Odd scanned the list and look at his pal. (They do get along, most of the time. They just have differing tastes in music – and pasta, for that matter.)

“There’s more, I assume,” Odd said.

Pop nodded and told us that the original version of “Mack the Knife” was actually “Moritat von Mackie Messer” from Die Dreigroschenoper (The Three Penny Opera) by Bertolt Brecht and Kurt Weill. It was originally performed – according to Second Hand Songs – by Kurt Gerron in 1928. Pop added helpfully that many sources erroneously claim that Lotte Lenya sang the song in her role as Jenny, “but that’s likely because she recorded the song as ‘Moritat’ for her 1955 German album Lotte Lenya singt Kurt Weill.”

“Okay, okay,” said Odd. “So how many recorded versions are there?”

“Well,” Pop said, “at least three hundred and twenty-five. That’s how many Second Hand Songs lists. Lots of them in German, many in English, lots of instrumentals. And some in other languages, too: Croatian, Czech, Dutch, Finnish, French, Greek, Italian, Norwegian, Swedish and Welsh.”

Odd was beginning to smile. “You had me at ‘Croatian’,” he told his pal. And he turned to me. “Have we ever posted a song in Croatian?”

“Well, no,” I said, “but I guess we could.”

Odd beamed. Pop pouted a little, but I reminded him that a huge proportion of what we listen to here is on one chart or another. He nodded, a little grudgingly, then looked at Odd and shrugged his shoulders.

And we turned our attention to the speakers to listen to the vocal group Optimisti, which – according to Second Hand Songs – was based in the city of Ljubljana. During the group’s recording years (1958 to 1963), the city was in Yugoslavia; it is now the capital of Slovenia. The group Optimisti, says the website, sometimes performed and recorded as a quartet and sometimes as a quintet.

Here’s Optimisti’s version in Croatian of “Mornar Mackie,” released in 1962 on the EP Chanson d’amour. The vocal group is backed by the Ljubljanski Jazz Ansambel.

2,397,000

Thursday, September 20th, 2018

That’s a hefty number, 2,397,000 is. Where’d it come from?

Well this morning, I looked at the number of pages in the Word file for this blog. Since sometime early this year, I’d been stacking new posts on the top of the file, letting it get longer and longer until editing within it started to get a little unweidly.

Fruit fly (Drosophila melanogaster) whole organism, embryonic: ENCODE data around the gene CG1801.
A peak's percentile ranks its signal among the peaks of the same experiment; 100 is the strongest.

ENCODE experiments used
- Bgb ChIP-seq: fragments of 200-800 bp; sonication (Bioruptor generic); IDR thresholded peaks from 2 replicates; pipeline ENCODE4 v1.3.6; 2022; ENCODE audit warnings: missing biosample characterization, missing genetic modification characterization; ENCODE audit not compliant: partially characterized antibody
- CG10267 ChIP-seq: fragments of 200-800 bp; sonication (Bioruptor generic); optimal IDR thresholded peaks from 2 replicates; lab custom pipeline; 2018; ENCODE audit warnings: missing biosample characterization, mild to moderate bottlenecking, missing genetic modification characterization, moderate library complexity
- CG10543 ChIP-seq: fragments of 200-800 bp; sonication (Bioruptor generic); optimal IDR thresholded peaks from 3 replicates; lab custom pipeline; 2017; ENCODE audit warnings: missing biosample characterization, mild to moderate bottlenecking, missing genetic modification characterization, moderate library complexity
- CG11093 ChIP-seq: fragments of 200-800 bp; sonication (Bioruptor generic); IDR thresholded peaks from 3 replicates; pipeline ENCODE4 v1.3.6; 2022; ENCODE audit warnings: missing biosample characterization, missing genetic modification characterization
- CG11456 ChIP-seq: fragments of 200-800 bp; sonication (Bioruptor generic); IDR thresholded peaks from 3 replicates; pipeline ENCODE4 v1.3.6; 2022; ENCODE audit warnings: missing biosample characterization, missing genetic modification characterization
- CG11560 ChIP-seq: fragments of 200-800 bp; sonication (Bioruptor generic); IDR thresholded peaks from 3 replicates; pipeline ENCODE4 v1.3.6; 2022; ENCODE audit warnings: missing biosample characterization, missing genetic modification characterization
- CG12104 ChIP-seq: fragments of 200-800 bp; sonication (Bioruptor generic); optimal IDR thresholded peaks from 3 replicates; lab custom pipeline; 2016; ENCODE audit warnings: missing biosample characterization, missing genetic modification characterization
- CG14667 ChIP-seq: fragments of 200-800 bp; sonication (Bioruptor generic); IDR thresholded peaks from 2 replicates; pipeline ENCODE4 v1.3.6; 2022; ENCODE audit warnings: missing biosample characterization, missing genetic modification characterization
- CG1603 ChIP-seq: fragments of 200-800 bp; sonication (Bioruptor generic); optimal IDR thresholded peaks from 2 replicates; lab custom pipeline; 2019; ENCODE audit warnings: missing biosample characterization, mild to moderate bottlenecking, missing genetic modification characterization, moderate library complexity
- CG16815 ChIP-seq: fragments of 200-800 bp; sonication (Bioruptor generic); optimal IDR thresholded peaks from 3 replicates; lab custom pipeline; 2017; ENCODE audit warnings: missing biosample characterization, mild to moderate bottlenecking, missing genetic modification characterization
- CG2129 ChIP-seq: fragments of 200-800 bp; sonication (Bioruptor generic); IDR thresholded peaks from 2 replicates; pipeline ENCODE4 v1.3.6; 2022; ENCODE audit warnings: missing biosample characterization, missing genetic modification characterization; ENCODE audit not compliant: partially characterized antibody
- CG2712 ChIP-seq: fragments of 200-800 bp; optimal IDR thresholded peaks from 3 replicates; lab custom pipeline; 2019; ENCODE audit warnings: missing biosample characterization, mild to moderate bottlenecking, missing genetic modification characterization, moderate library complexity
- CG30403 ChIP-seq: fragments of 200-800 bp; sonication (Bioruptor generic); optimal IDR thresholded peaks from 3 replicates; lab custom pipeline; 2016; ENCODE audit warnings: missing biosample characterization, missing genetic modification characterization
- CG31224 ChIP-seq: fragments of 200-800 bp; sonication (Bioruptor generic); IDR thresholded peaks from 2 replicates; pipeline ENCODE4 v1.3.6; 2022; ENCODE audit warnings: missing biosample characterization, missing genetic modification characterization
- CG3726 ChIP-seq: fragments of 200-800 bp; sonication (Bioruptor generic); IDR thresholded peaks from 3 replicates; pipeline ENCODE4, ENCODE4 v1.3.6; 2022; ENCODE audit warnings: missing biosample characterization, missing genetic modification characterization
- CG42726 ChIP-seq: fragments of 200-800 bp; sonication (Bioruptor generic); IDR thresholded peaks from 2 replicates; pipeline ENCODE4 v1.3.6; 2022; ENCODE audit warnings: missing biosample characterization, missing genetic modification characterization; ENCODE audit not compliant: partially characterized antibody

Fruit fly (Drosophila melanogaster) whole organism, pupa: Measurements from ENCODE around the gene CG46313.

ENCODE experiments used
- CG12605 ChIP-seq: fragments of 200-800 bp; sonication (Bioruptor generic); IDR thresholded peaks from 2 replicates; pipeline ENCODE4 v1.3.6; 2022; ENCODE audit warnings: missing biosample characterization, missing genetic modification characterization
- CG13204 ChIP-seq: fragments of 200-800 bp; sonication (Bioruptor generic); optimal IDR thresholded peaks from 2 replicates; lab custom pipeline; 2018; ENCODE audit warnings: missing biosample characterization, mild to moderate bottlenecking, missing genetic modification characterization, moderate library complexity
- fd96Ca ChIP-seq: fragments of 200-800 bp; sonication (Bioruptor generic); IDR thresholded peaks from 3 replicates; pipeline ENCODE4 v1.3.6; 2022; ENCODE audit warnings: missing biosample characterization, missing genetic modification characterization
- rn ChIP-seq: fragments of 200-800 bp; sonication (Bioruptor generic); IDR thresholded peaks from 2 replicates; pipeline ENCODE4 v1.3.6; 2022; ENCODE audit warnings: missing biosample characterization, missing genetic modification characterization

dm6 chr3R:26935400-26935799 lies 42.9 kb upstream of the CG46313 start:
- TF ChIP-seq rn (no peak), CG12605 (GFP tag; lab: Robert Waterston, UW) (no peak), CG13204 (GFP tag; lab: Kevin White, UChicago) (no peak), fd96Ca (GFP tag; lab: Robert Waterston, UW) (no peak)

The file was sitting at 139 pages with a word count of 58,575. It was time to start a new file. Back in the early days of this blog, I was zipping condensed files of albums to share here and at a couple of boards, so when I began writing blog posts, I called the first file “Zipped & Shared No. 1.”

(The zipping and sharing of files ended early in 2010, when WordPress escorted me from its premises for violations of its policies, just as Blogger had done some time earlier. Being out in the cold of Blogworld, as it were, spurred me to open my own domain, as well as to change the way I offered music: embedding or linking to YouTube videos, some of them my own creation. But I continued to title the Word files I used “Zipped & Shared No. XX.”)

Today, I opened a new file, one titled “Zipped & Shared No. 52.” And I wandered back into the folders that hold the first fifty-one similarly named files, wondering if the lengths of each individual file were about the same. They were, averaging something more than 47,000 words each. The vast majority of those counted words were, in fact, text for this blog, but there were some things counted as words that were detritus, stuff that shouldn’t count toward a blog’s word count.

That detritus included notes to myself about this post or that, lists of links to include in posts and the coding for the embedding of videos. So, in a ham-handed bit of statistical division – my statistics instructor at the University of Missouri School of Journalism would have winced – I took that average of 47,000-plus and sliced it down to 47,000.

Then I multiplied 47,000 times 51 – the number of filled Word files – and came up with 2,397,000. And that’s approximately the number of words I’ve written for this blog since early 2007.

Remember the detritus that includes notes to myself? There’s a little bit of that right at the top of each of the last twenty or so Word files. There’s a note reminding me that the width I use when I embed YouTube videos on the blog is 455 whatevers. That’s also where I keep examples of the three characters in the Danish alphabet that we do not have in the English alphabet – ø, æ, and å – in both lower and upper case. I also keep the entire Danish exclamation “Skål!” so I can post it on Facebook after the Minnesota Vikings win.

And there are four notes about blog posts. One of them reminds me that this year, I am rerunning the 2008 series First Friday – looking at the mad year of 1968 – only this time, it’s as First Wednesday. Another note reminds me that I should consider doing a blog post about the musical (and romantic) duo of Cymbal & Clinger. A third offers the Derek & The Dominos track “Keep On Growing” as a subject for one of my covers posts. And a fourth suggests the song “Guantanamera” as a topic for a similar post.

But I keep looking back at that number: 2,397,000. That’s a lot of words, sentences, paragraphs and posts, many of which were not nearly as good as I’d hoped they’d be.

So where do we go with that? There are about a hundred tracks in the RealPlayer with the word “words” in their titles. And after a quick scan of the titles possible for a tune, I’ve settled on “Encouraging Words” by Billy Preston, the title track from his 1970 album.